For many people in recovery from drug or alcohol addiction, mindfulness is an essential tool that helps them become aware of what triggers their cravings and how to respond to those triggers. The continual cycle of addictive behaviors is broken as the person learns to accept and deal with their feelings rather than giving in to their cravings.
What Is Mindfulness?
A psychological process, mindfulness is explained in an article in Psychology Today as actively paying close attention to the experience that is occurring at the present moment. The present moment must be accepted with compassion and without criticism or judgment. Thoughts of past and future are put aside so that you can focus on what you are experiencing now.
There are three basic aspects of mindfulness:
- It is intentional. The person must always make a conscious effort to be aware of what they are experiencing from moment to moment.
- It requires acceptance of all thoughts and feelings.
- It is nonjudgmental. The person must not criticize themselves in any way for what they are thinking of feeling.
By focusing only on the present, the person increases their awareness and self-perception. This helps them to learn how to form strategies for better self-management and coping skills. It also helps them to reduce stress about the future and regrets associated with the past.
A Brief History
The concept of mindfulness was introduced by Buddha as a path to spiritual enlightenment more than 2,500 years ago. It was a way of finding a deeper, truer understanding of the world and of oneself as the mind opened to greater awareness. Essentially it is the art of being present in our own life or living in the moment. However, it wasn’t introduced into western medicine until 1979 when a program for the chronically ill called Mindfulness-Based Stress Reduction (MBSR) was started by Professor Jon Kabat-Zinn at the University of Massachusetts Medical School.
Mindfulness & Its Importance in Recovery
It is almost impossible for a person suffering from an addiction to drugs or alcohol to think about anything but how to satisfy their craving. When they are actively drinking or using, they reach for their next drink or fix without thinking. Although they are aware of their actions, they are not being mindful of what they are doing. When mindfulness is included in the recovery process, the person learns how to focus on their experience and feelings as they occur at the moment. They learn to understand why they have cravings and how to accept and deal with them. They learn how to avoid a possible relapse by recognizing the triggers that cause their cravings. By practicing mindfulness, they learn to accept, understand, and deal with their feelings and experiences. Instead of giving in to their cravings, they are able to break the cycle of addiction.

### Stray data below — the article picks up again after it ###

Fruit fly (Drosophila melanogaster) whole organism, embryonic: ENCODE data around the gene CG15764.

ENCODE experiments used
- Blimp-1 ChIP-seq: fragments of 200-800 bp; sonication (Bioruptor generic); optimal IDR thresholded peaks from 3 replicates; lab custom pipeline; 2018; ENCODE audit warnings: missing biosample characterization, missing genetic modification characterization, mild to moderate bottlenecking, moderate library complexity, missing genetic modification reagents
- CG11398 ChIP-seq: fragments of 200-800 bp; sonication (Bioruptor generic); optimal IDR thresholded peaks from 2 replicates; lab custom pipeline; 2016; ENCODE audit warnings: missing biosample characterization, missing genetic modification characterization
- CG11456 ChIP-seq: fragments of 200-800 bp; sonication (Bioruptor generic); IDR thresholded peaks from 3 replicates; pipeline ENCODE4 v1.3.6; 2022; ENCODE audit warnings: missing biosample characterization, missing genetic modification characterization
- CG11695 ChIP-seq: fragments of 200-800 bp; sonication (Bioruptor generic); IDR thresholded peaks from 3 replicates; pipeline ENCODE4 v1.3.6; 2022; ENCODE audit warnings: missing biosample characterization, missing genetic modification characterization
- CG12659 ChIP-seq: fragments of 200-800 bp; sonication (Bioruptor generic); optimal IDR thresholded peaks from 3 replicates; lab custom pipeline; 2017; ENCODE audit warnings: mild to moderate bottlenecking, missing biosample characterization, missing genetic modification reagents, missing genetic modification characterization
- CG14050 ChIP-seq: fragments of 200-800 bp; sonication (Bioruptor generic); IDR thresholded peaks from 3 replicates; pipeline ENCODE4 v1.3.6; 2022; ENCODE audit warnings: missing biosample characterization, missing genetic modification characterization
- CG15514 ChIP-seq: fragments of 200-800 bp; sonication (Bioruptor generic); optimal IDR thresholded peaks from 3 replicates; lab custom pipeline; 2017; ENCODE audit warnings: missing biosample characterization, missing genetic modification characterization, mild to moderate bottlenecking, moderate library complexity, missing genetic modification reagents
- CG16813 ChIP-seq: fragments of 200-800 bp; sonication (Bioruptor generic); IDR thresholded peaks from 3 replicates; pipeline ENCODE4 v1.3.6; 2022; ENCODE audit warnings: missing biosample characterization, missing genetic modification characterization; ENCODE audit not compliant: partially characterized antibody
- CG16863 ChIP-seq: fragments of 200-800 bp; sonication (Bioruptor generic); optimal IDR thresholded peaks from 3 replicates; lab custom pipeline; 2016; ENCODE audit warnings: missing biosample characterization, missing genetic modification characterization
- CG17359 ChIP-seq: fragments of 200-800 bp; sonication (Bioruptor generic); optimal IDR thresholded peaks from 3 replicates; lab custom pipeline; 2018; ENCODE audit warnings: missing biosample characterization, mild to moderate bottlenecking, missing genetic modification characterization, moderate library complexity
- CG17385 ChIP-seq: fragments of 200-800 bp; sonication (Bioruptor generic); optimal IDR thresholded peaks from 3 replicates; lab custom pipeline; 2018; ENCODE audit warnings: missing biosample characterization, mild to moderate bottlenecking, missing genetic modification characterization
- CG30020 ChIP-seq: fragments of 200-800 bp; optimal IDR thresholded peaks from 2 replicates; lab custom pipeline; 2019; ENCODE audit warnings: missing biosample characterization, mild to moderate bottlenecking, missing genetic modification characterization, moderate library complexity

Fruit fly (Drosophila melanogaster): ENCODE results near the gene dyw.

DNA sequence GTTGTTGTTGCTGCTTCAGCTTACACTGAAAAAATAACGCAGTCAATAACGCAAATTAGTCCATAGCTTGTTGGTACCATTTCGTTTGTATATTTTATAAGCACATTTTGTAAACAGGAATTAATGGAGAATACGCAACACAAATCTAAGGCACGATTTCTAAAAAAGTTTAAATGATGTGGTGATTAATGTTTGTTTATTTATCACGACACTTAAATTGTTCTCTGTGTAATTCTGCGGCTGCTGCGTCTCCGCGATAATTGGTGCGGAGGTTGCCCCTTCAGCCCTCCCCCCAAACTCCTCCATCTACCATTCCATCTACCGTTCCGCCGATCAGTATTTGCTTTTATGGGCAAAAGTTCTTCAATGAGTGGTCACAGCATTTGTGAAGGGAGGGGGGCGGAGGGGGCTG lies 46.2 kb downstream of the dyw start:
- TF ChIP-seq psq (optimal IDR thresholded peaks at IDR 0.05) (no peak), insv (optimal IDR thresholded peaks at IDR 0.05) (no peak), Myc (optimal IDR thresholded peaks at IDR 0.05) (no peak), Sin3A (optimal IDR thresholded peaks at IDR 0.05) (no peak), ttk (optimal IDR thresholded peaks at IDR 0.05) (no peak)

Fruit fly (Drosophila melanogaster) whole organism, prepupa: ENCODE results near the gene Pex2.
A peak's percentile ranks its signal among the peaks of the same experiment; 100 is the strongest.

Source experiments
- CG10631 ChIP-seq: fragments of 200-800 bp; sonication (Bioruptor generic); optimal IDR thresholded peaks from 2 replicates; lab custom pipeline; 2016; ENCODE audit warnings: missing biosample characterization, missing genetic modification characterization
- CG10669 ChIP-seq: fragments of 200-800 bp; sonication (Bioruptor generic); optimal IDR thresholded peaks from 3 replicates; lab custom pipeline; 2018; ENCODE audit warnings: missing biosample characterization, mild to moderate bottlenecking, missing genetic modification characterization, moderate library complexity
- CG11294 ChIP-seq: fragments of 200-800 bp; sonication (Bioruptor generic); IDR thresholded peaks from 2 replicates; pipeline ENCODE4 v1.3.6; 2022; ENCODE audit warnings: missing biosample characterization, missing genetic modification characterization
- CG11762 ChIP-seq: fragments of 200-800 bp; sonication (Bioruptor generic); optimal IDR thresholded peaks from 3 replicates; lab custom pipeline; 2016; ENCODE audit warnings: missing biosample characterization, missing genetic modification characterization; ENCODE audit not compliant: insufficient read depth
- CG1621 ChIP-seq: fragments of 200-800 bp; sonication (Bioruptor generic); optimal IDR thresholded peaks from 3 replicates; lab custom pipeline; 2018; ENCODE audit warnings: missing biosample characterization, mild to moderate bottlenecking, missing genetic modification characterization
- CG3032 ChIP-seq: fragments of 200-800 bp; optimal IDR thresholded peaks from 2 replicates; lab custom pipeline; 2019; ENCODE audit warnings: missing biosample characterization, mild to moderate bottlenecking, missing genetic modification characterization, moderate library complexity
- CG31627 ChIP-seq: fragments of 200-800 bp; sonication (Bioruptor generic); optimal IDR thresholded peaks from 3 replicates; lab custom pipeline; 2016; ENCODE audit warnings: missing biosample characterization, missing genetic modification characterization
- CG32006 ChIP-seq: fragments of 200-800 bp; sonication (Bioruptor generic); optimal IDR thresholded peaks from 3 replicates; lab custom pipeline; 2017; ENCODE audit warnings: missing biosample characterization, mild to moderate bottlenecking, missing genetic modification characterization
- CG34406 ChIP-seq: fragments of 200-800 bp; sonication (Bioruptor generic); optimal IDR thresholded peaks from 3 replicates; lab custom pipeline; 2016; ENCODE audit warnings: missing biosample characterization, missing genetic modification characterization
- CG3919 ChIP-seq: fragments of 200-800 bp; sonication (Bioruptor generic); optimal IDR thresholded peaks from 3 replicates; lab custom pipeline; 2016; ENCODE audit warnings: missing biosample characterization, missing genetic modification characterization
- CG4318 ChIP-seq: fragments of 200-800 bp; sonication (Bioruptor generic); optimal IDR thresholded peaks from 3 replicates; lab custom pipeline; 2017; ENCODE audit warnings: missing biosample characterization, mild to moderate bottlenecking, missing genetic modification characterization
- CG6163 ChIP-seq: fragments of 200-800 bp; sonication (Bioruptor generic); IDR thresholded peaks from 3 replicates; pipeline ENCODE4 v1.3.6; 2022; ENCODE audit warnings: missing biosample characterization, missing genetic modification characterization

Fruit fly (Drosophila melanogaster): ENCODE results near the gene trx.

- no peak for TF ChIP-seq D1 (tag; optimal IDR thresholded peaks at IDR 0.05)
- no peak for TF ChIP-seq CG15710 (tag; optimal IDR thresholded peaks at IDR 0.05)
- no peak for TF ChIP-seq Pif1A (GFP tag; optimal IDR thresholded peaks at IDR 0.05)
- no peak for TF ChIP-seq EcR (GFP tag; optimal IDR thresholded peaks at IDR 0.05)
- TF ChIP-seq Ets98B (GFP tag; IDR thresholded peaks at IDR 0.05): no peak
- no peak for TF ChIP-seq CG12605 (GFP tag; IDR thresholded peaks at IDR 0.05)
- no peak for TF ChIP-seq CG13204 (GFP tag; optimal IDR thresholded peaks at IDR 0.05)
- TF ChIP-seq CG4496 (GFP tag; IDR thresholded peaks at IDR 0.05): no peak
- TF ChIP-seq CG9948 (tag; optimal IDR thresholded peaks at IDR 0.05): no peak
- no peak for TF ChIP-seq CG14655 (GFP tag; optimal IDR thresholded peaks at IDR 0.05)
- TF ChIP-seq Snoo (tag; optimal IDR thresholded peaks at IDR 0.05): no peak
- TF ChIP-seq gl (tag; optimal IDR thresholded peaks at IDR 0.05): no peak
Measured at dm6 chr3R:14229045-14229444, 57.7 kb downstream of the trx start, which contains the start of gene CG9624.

The following are additional ways that mindfulness helps those in recovery from drug or alcohol addiction:
- Mindfulness teaches those recovering from a substance use disorder a different way of dealing with stress. They are able to focus on the moment rather than worry about the future or the past.
- When a person practices mindfulness, they become more in tune with their body, and their self-awareness is improved.
- Feelings of depression and anxiety are reduced by practicing mindfulness, which helps to break the cycle of negativity.
- Practicing mindfulness helps improve decision-making skills because the person is able to think more clearly as they are aware of their feelings and thoughts. Their decisions are more likely to have a positive effect on their overall health and well-being.
- Mindfulness helps a person acknowledge, accept, and cope with emotions and feelings that may not be rooted in reality.
In addition, practicing mindfulness reduces insomnia, sharpens a person’s memory, improves physical and mental health, and increases an individual’s overall sense of well-being.
Mindfulness, Recovery, & the Human Brain
The only organ in the human body that is specifically designed to be shaped by practice and experience is the human brain. A person with an active addiction is unknowingly shaping their brain in a negative way that works against themselves and being mindful. Studies have shown that by practicing mindfulness or mindfulness activities, such as meditation or yoga, the brain can be intentionally reshaped in positive ways, bringing more awareness, greater control, and happiness to the person.
There Is Help Available
If you or someone you know is suffering from a drug or alcohol addiction, there is help available. Call and speak to a qualified professional at English Mountain Recovery Center located in the Smoky Mountains of Tennessee. There you will find a supportive, caring staff and the resources you need to begin your journey to a healthy, sober life.
About the Author:
Terry Hurley is a retired educational professional and freelance writer with more than fifty years of experience. A former reading specialist and learning center director, Terry loved her years working with children in the educational field. She has written extensively for print and online publications specializing in education and health issues. For the last six years, her writing focus has been on addiction and mental health issues.